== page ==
Version of devilish musical disappoints

Aaron Krause • Oct 29, 2015 at 12:15 PM

AKRON — Let us tip our caps to the Carousel Dinner Theatre for trying to make the most diehard Indians fans feel better, what with this season of high anticipation going down the drain.

The Akron theater has taken the devilishly hilarious 1950s musical comedy “Damn Yankees,” and incorporated the Cleveland Indians into the story, instead of the Washington Senators.

The original version of “Damn Yankees” follows a fan of the Senators, who sells his soul to the devil so his team can defeat the New York Yankees and win it all.

Even with the show’s original version, Indians fans worldwide can identify with the fan, Joe Hardy. He, like many Tribe fans, is a long-suffering, devoted follower of his team who is ready to try just about anything to produce a winner.

But who among us in the Cleveland area care about the Washington Senators?

With that in mind, Carousel’s staff sought to create an “Exclusive Version” for Indians fans.

Unfortunately, the final product gives little more than a nod to the Tribe. Yes, the players wear Indians uniforms, logos of The Indians appear on stage and characters shout “Go Tribe!” But just like this year’s Cleveland Indians have fallen short of sportswriters and fans expectations, this version of “Damn Yankees” fails to deliver on the hype surrounding it.

Consider Carousel Artistic Director Sean Cercone’s notes in the program: “This production has taken the original version of ‘Damn Yankees’ and spun it to reflect the story of the 1958 Indians.”

This version of the script hardly reflects the story of that year’s tribe. While the characters’ names have been changed to reflect that year’s squad, there is little to no inside information about the 58’ team, and Tribe lore is next to nonexistent.

Cercone claims Carousel’s team “created a production that is fun for those who are not familiar with Tribe lore and our devout Tribe fans will be able to find a deeper resonance in the story.”

Carousel’s “Damn Yankees” fails to achieve that balance; the feeling here is the production disproportionately favors “those who are not familiar with Tribe lore.”

Why even choose the 1958 Indians?

“We chose this year because it was one of the last years that Cleveland had an exciting team before the terrible 35-year drought.”

 But, Long suffering Indians fans can identify most with fellow fans who’ve been starving for a world series win as long as they have. The last Indians championship came in 1948 — just 10 years before 1958. Carousel would have done better by incorporating a more recent Indians team into the production — perhaps, even this year’s squad.

None of this suggests there are no merits to “Damn Yankees,” in its original incarnation. The devil’s delicious humor and antics satisfies, there’s enough baseball to indulge fans of the game and the story carries a message one can apply to life in general: You never really appreciate what you have until it’s no longer there. One of “Damn Yankees’ songs, “A Man Doesn’t Know,” expresses this message in a tone a bit too sentimental.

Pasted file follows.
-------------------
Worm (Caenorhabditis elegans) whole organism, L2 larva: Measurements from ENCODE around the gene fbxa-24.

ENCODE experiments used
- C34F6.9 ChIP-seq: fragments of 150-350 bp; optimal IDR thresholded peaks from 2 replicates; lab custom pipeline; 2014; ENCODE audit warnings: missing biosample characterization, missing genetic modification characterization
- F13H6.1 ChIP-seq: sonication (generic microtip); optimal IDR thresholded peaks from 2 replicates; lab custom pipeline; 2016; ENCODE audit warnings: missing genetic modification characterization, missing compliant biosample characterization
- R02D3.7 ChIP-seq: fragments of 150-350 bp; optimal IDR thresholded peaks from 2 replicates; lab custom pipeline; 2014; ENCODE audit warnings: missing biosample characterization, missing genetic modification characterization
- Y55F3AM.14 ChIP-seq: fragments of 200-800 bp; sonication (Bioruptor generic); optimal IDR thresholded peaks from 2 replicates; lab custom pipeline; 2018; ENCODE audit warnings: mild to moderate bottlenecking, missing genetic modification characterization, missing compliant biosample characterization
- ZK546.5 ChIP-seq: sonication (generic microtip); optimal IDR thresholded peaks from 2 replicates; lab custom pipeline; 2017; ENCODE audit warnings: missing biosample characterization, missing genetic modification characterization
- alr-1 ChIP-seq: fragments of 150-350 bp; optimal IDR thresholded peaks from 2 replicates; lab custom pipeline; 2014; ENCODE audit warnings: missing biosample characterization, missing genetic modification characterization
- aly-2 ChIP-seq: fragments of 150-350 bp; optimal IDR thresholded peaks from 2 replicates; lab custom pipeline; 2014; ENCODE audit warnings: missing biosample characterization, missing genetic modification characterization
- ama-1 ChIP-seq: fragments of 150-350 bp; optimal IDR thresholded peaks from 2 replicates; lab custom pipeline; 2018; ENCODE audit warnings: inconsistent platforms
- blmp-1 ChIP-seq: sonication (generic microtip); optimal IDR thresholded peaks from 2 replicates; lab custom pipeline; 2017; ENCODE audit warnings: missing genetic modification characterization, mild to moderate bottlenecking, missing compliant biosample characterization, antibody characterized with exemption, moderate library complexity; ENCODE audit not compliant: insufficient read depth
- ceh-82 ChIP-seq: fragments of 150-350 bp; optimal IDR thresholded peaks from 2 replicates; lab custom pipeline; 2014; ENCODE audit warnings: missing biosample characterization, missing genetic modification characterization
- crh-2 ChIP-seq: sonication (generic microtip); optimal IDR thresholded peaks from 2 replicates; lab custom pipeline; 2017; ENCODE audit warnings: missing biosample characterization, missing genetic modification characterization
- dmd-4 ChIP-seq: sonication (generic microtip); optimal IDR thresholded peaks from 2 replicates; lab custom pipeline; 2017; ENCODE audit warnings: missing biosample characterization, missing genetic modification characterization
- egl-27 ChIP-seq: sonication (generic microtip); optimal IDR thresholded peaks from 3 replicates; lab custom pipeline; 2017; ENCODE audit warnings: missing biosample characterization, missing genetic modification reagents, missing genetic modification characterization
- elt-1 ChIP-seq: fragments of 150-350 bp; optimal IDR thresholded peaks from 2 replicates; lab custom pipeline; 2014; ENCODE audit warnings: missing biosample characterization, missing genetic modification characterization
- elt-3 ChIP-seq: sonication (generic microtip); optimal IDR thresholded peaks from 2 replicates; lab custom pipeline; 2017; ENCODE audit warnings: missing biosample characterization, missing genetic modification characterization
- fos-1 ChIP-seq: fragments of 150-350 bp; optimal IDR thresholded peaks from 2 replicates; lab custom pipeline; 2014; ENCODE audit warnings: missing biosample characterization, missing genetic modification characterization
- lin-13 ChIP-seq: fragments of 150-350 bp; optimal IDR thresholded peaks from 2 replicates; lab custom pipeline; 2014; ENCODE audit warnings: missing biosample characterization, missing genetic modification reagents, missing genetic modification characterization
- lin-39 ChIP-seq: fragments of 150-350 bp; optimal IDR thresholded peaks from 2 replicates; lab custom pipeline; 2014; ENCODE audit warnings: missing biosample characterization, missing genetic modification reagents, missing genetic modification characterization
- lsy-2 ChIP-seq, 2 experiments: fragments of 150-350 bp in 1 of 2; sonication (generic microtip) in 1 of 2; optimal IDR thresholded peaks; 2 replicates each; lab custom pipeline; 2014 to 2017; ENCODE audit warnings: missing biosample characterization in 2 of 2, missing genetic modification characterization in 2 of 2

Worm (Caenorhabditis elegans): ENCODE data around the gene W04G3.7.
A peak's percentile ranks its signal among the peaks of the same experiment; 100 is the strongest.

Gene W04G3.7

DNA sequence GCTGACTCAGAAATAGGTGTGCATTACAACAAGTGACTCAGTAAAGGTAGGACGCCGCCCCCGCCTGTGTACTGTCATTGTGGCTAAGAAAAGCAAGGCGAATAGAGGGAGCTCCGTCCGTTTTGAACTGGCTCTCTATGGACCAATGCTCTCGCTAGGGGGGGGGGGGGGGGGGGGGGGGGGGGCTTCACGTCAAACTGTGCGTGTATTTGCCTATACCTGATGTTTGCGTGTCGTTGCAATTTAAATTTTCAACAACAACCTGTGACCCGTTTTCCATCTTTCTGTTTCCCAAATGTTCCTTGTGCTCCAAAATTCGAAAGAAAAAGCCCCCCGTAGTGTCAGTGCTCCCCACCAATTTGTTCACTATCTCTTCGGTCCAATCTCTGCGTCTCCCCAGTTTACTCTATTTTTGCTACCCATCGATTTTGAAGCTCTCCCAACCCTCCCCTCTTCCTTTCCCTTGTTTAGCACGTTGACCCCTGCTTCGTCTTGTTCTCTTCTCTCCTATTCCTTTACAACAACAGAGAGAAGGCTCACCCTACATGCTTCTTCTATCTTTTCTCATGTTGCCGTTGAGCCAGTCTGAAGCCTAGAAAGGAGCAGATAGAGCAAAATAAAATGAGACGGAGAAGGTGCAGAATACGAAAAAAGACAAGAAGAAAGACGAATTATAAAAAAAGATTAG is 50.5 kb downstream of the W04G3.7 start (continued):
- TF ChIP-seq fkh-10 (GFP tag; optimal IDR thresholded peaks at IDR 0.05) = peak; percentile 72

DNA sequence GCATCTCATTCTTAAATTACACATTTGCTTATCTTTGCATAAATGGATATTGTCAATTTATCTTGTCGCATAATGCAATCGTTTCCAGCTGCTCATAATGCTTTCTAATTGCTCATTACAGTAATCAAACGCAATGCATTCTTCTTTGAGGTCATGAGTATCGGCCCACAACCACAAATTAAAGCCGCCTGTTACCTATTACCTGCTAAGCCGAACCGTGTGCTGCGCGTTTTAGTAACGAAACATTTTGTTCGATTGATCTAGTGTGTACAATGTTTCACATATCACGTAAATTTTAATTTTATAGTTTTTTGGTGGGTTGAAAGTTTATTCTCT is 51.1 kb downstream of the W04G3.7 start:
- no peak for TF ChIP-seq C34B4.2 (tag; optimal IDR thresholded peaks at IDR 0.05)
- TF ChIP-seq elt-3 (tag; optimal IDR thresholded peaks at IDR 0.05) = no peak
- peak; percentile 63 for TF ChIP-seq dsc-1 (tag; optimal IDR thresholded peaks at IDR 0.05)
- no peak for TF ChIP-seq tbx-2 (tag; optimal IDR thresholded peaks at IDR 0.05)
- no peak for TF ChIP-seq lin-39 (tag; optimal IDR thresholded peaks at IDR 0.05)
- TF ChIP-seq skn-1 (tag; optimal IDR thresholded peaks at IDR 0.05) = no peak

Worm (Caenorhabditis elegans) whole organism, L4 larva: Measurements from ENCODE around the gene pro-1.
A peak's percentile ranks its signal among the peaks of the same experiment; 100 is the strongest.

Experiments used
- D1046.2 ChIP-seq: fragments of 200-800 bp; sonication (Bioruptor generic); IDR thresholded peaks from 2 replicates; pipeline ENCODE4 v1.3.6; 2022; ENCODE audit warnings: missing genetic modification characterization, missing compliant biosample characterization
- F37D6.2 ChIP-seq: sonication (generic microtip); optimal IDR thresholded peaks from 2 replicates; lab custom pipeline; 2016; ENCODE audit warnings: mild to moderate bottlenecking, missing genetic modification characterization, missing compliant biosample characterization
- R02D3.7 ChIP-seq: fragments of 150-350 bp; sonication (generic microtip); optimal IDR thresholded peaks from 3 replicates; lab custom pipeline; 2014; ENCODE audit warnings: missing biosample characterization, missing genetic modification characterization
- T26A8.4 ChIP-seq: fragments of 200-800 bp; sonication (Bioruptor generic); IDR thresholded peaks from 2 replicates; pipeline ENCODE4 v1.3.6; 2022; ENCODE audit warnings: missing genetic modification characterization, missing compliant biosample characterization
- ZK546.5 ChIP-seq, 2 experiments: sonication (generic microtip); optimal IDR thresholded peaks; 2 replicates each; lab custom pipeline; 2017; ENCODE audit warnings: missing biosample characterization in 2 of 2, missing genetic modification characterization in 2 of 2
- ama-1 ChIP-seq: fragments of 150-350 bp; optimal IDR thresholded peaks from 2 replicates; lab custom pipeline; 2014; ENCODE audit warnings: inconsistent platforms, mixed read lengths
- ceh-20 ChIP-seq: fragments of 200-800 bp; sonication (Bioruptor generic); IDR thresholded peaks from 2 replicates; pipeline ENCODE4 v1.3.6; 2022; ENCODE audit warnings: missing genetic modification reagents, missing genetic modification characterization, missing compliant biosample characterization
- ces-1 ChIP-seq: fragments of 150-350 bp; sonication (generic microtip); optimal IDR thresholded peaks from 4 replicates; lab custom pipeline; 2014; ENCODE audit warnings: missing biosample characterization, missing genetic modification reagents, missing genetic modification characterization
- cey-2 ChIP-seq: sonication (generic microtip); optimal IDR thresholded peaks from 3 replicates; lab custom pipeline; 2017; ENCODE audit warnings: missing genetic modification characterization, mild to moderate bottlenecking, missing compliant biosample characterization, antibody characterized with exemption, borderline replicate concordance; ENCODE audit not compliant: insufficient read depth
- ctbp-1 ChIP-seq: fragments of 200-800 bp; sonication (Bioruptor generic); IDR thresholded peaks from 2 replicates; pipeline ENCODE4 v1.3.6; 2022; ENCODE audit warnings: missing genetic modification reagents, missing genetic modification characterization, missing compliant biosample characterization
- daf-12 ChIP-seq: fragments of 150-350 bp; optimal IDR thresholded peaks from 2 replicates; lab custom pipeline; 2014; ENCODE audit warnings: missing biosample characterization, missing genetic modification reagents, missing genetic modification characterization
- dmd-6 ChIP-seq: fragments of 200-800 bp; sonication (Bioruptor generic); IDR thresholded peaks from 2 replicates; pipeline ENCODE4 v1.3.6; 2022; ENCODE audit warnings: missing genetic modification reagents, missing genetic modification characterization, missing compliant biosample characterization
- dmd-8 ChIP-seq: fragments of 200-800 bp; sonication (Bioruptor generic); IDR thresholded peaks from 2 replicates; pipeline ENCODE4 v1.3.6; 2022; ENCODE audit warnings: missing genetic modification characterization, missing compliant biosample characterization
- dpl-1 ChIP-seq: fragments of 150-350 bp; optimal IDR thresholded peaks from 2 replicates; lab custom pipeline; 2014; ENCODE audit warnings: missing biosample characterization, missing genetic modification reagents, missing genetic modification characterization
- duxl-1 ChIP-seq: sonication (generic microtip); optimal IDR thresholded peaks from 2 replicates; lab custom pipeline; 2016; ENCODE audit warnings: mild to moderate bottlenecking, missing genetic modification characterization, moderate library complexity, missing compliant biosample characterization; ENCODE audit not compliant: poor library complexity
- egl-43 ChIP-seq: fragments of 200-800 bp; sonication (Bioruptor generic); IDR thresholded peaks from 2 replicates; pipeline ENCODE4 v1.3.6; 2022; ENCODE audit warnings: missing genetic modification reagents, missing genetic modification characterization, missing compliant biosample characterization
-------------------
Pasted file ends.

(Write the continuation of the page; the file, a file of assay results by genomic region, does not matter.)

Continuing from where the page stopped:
The musical numbers also include the sultry, steamy “Whatever Lola Wants,” the angry “Six Months Out of Every Year,” the upbeat “Shoeless Joe From Hannibal MO,” and the encouraging “Heart.”

The production Carousel has created for Indians fans retains all of the show’s original songs. Some of them could have been replaced with music more reflective of today’s Indians. Sportscasters have said this year’s team has plenty of “Heart”; if anything, the players aren’t hitting the ball because they’re trying too hard.

Another song, “Who’s Got the Pain,” does nothing to advance the plot or accomplish much else; it doesn’t even belong in the original version of “Damn Yankees, and is as replaceable as the Indians’ worst hitter.

The Carousel cast doesn’t quite hit a home run, but is for the most part effective.

During Saturday night’s performance, Mark David Kaplan was particularly potent as the devil, in the form of Mr. Applegate, a man who claims to hold the key to the Indians success. He captured the character’s slick, smooth-talking and thoroughly confident manner. His wide-eyed, sly smiling Applegate was unpredictable and never dull.

Ashlee Fife wasn’t quite seductive enough as the devil’s assistant, Lola. The character, at one point, transforms into "Señorita Lolita Banana" and needs to have a sexy Hispanic accent. Fife’s accent came and went.

Lola pretends she is the sexy "Señorita Lolita Banana" in an effort to seduce the young baseball star Joe Hardy (an unpretentious Nathaniel Shaw) and keep him from exercising an escape clause to revert back to Joe Boyd. In the musical, Applegate transformed Boyd into Hardy to give the Indians the player that would put them over the top

Boyd is played by Jerry Coyle, who sang “Goodbye Old Girl” too loudly and without tenderness.

Jan Leigh Herndon played Boyd’s “sports widow” of a wife with a hint of anger as well as self-pity.

It’s easy to fall into self-pity if you’re an Indians fan these days; almost 60 years have passed since the Tribe claimed a World Series title.

How can we transform them back to a championship team?

The devil’s in the details.

Aaron Krause is a Reflector Staff Writer. Reach him at akrause@norwalkreflector.com.

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